'Spectre' Was 2015's Most Complained About Movie in the U.K.

Spectre - Bond
Daniel Craig and Dave Bautista fight it out in James Bond movie "Spectre". The film sparked more complaints than any other in the U.K. in 2015. Sony

There's a scene early on in Spectre, the latest James Bond movie, where imposing but smartly-dressed henchman Hinx—played by Guardians of the Galaxy star Dave Bautista—uses his sheer force to lift a man out of his chair and proceeds to squash his eyes into the back of his head using just his thumbs.

But it seems the violence in what could be Daniel Craig's final outing as 007 wasn't for everyone. In its annual report, released Friday, the British Board of Film Classification revealed the most-complained about movies released in U.K. cinemas in 2015, with Spectre topping the bill.

The Sam Mendes-directed 24th Bond film, rated suitable for audiences aged 12 and over in Britain, sparked 40 complaints for its depiction of violence, including said eye-gouging scene.

The BBFC defended its 12A rating in its report, writing: "There is also a torture scene. Although the idea is unpleasant there is limited detail depicted. Given the lack of detail in the scene and the context of an action film featuring a larger-than-life hero character who always defeats his enemies, this moderate violence is acceptable at 12A. Another scene, showing the bloody aftermath of a suicide, was similarly reduced."

BBFC chief executive David Austin also told The Guardian: "Once edits had been made we didn't really think Spectre pushed the boundary of 12A. It was solidly in the category and not borderline."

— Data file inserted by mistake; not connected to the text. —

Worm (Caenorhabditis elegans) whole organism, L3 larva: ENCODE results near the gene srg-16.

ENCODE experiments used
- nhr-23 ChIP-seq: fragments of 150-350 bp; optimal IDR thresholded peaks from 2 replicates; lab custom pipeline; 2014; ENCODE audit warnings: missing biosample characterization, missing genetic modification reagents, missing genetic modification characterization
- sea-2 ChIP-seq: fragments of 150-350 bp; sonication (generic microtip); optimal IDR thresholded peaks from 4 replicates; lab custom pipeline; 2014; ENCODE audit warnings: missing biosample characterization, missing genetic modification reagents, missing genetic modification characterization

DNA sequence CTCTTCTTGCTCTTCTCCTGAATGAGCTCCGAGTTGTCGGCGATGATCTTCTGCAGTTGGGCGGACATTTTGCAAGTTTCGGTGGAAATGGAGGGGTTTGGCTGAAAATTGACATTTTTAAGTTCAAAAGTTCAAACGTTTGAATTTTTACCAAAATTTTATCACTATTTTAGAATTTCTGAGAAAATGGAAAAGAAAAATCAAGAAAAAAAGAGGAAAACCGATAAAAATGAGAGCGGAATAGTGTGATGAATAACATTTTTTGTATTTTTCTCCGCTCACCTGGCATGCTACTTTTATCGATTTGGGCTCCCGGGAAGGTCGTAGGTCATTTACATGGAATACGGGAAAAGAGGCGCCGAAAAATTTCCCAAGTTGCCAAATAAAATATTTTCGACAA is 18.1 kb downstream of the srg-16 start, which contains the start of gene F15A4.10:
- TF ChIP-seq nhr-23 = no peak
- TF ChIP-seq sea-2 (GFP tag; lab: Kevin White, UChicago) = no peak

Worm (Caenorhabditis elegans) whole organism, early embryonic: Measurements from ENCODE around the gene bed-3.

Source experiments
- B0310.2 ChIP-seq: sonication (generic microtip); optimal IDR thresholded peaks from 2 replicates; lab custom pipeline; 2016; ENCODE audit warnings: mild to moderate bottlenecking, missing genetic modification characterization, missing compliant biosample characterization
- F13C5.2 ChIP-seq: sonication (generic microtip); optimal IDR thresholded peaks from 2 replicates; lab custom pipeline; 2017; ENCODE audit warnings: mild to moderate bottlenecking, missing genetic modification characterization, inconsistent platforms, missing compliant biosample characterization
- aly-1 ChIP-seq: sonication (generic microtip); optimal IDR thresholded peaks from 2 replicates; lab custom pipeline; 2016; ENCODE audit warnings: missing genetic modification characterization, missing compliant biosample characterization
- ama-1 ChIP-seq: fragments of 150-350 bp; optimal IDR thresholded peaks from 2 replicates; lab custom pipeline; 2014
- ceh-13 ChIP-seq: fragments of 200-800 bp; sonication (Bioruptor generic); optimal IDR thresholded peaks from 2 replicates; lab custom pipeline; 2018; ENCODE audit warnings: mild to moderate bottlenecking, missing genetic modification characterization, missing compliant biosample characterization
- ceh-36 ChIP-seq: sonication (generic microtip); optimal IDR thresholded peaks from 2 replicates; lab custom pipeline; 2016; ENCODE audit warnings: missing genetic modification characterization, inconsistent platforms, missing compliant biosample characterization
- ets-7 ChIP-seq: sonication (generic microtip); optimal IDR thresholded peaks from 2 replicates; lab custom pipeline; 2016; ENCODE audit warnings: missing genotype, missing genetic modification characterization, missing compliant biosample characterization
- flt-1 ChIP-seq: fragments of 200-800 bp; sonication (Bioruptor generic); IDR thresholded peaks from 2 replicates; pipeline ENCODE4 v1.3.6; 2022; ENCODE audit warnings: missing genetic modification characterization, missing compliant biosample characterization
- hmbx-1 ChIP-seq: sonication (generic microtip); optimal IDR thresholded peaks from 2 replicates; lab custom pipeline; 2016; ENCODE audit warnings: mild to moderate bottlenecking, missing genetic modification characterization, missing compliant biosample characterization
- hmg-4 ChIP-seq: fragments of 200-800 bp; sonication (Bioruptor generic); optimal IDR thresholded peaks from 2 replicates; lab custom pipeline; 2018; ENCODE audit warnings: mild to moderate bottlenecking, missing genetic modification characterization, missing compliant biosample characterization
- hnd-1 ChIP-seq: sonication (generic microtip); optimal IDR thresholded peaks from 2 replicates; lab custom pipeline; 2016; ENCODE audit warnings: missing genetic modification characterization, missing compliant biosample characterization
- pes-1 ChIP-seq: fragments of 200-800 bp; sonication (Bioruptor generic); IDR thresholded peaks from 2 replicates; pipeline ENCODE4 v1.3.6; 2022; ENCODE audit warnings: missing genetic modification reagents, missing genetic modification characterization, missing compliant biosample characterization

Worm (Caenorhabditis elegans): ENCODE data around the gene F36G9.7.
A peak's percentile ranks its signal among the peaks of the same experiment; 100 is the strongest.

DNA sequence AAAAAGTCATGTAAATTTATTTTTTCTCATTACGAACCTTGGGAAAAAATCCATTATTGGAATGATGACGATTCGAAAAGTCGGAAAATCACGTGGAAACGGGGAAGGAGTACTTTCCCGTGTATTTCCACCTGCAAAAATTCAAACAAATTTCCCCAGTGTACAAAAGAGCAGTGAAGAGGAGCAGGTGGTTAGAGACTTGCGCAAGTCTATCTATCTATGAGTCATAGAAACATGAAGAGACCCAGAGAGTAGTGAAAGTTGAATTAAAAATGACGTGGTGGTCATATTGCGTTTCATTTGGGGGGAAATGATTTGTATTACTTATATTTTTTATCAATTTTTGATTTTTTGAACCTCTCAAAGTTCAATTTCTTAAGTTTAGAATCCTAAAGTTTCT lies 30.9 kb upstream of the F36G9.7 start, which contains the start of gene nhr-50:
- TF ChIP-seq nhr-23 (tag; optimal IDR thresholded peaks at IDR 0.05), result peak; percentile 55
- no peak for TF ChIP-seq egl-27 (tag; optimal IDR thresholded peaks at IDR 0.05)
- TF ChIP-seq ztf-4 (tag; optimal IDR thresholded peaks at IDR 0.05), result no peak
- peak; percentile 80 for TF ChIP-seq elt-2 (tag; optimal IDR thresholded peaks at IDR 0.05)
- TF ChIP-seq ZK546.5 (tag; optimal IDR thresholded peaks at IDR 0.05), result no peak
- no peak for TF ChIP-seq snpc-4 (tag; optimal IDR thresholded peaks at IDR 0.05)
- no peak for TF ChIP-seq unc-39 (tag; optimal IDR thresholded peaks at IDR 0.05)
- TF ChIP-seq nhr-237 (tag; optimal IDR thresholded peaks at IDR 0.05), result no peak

The second most-complained about film was spy comedy Kingsman: The Secret Service, released in February 2015, starring Colin Firth and Taron Egerton. The rated-15 film caused some controversy for violent scenes including a massacre in a church, as well as explicit sexual innuendo.

The BBFC confirmed it had received complaints about a "crude sex reference" at the end of the film—a scene director Matthew Vaughn defended against accusations of misogyny—saying it was "intended to be funny. In part thanks to the comic context, this line did not require the entire film be restricted to an adult audience only by way of an 18 classification."

Rather surprisingly, children's animation Minions drew 16 complaints, the BBFC said, partly due to a scene featuring "medieval-style torture dungeon." No actual harm comes to the little yellow protagonists, therefore the classification board felt the film was suitable for all ages. "The Minions are stretched on a rack, where it is apparent that they do not come to any harm, and this develops into them slipping unharmed through a noose and playing with the gallows," the report said. "The scene takes place in an unrealistic, comic and slapstick manner which is likely to be familiar to young viewers, who expect the Minions to survive. The realistic risk of harmful imitation is very low indeed."

Absolutely Anything, a sci-fi comedy starring Simon Pegg, drew 22 complaints for sexual references and strong language. It was rated 12A.

Dystopian teen thriller The Maze Runner: Scorch Trials had 21 complaints for violence and threat. The BBFC said its 12A rating was suitable.

A spokesperson for the BBFC tells Newsweek that 2015's biggest film release, Star Wars: The Force Awakens, sparked one complaint for rather humorous reasons: a spoiler-seeking fan seemingly complained that the BBFC's description of the film on its website was too vague.

Meanwhile, 19 curious fans clamored to find out the classification of the film in the weeks before release. The movie was classified on December 7, just over a week before its release on December 18.